Zambia - Country Commercial Guide
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While 80 percent of its grain production comes from low yield small-hold farmers, due to its nutrient-rich soil and abundant groundwater, Zambia consistently produces surplus grain.  Zambian farmers’ low yields are largely due to limited access to quality inputs, mechanization, and financing; lack of awareness of improved farming practices; inadequate post-harvest storage; and government interventions that have undermined the development of predictable or commercially sustainable commodities, export, and agro-inputs markets.  As Zambia largely depends on rain-fed agriculture, with limited pesticide use, yields are highly vulnerable to increasingly frequent climate change-induced weather extremes, including floods and drought, and pest infestations.  Zambia cultivates less than 14 percent of its 40 million arable hectares (medium-to high-potential for agriculture production), only 5.7 percent of which is irrigated.  Zambia’s primary crop is maize, and it is projected to produce an estimated 3.3 million metric tons in marketing year (MY) 2023/2024.  Zambia exported 1.1 million metric tons in MY 2022/2023.  Zambia’s second largest crop is soybean, having produced about 475,000 metric tons in MY 2022/2023 – followed by nominal volumes of sorghum, millet, cassava, sugar, coffee, groundnuts, rice, cotton, and other horticultural produce.  The Zambian government has long intended to develop “farm blocks,” with the aim of attracting foreign investment to develop large-scale commercial grain production on these properties.  However, the farm blocks have attracted little investment interest due to their proposed quasi-government business model and politically influenced locations.  Additionally, government interventions in the agriculture sector, including market distorting subsidies, export bans, and unpredictable changes to agricultural trade policy have undermined private investment in the sector, particularly regarding maize and soybean production.  Zambia allows the importation of genetically modified (GM) food products, but GM crop production remains prohibited.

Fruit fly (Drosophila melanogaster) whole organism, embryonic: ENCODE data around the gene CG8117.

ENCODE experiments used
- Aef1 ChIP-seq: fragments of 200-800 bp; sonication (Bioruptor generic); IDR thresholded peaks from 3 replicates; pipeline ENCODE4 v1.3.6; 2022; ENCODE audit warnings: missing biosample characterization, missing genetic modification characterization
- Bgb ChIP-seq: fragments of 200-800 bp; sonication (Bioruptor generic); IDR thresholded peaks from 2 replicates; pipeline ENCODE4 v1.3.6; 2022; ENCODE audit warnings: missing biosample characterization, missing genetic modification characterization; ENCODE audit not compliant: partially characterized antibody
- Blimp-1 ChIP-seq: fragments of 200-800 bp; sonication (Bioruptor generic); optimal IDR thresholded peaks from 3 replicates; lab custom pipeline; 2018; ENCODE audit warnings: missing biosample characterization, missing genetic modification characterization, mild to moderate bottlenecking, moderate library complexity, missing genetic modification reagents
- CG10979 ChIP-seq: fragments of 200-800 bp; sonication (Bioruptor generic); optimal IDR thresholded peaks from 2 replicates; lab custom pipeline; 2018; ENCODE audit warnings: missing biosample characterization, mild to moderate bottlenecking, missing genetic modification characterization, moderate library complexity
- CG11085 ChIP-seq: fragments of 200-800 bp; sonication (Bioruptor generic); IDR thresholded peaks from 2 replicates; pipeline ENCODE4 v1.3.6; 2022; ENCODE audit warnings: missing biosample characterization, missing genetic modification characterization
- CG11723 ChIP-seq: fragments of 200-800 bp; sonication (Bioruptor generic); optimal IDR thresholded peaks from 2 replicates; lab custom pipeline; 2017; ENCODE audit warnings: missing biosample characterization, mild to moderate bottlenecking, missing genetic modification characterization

In 2022, total U.S. agricultural exports to Zambia were less than $1 million, with dairy products (worth $300,000) being the largest single category. 

Sub-Sector Best Prospects

The Zambian government has introduced significant tax incentives to promote cotton production and processing.  Given Zambia’s favorable conditions for agricultural production, there are significant opportunities to produce cash crops and non-staple crops, as well as livestock production, aquaculture, fruits, and horticulture.


Zambia has ample water resources but has invested little in developing irrigation systems or mechanized production.  There are significant opportunities to develop irrigation systems, commercial farming, agro-inputs and equipment markets, agro-processing, and commodity trading.  Zambia is an established regional exporter of agricultural products and its eight neighboring countries combine to create a market of over 250 million people.

Key government and regulatory agencies:

Ministry of Agriculture

Mulungushi House, Independence Avenue

P. O. Box 50197

Lusaka, Zambia

Tel: +260 211 251 719


Ministry of Livestock and Fisheries

Mulungushi House, Independence Avenue

P. O. Box 35301

Lusaka, Zambia

Tel: +260 211 224 648


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